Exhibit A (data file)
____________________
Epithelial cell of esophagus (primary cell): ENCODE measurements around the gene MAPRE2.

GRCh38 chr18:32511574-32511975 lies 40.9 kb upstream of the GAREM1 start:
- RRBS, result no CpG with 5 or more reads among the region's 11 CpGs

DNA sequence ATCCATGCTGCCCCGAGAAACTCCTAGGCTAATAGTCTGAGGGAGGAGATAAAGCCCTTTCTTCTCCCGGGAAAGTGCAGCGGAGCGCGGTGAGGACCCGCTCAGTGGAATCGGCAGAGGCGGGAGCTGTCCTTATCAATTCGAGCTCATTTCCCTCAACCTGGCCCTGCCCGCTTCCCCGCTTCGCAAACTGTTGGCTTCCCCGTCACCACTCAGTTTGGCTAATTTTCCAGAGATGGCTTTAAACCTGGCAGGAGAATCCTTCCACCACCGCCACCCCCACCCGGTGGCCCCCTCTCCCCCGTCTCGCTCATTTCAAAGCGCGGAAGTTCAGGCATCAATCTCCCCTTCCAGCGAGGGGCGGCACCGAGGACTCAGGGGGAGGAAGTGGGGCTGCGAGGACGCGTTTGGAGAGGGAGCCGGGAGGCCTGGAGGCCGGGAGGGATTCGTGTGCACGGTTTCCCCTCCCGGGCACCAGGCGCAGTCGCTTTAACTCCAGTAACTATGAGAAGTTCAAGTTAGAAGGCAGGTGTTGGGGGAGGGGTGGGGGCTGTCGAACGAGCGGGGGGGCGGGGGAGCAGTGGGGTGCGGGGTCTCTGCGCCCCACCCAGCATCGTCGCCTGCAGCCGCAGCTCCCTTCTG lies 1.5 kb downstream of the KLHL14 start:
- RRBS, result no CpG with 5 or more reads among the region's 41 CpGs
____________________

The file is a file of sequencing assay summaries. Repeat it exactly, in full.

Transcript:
Epithelial cell of esophagus (primary cell): ENCODE measurements around the gene MAPRE2.

GRCh38 chr18:32511574-32511975 lies 40.9 kb upstream of the GAREM1 start:
- RRBS, result no CpG with 5 or more reads among the region's 11 CpGs

DNA sequence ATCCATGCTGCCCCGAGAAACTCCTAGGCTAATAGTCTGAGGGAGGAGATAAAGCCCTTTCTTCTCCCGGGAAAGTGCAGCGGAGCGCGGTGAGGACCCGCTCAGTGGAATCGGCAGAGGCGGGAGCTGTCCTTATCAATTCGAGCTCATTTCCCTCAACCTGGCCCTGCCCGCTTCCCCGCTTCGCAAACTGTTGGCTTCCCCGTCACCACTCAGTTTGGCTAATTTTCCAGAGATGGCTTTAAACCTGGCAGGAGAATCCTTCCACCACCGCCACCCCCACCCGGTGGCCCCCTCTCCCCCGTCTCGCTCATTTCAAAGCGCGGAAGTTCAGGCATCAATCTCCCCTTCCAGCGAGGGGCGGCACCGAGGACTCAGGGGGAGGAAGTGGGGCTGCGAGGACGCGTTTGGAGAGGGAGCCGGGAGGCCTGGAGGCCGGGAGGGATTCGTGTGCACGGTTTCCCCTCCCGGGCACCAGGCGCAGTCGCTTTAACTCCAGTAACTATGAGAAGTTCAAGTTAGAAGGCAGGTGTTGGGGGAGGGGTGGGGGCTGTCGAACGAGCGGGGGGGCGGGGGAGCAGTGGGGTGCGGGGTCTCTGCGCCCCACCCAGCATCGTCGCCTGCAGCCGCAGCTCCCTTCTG lies 1.5 kb downstream of the KLHL14 start:
- RRBS, result no CpG with 5 or more reads among the region's 41 CpGs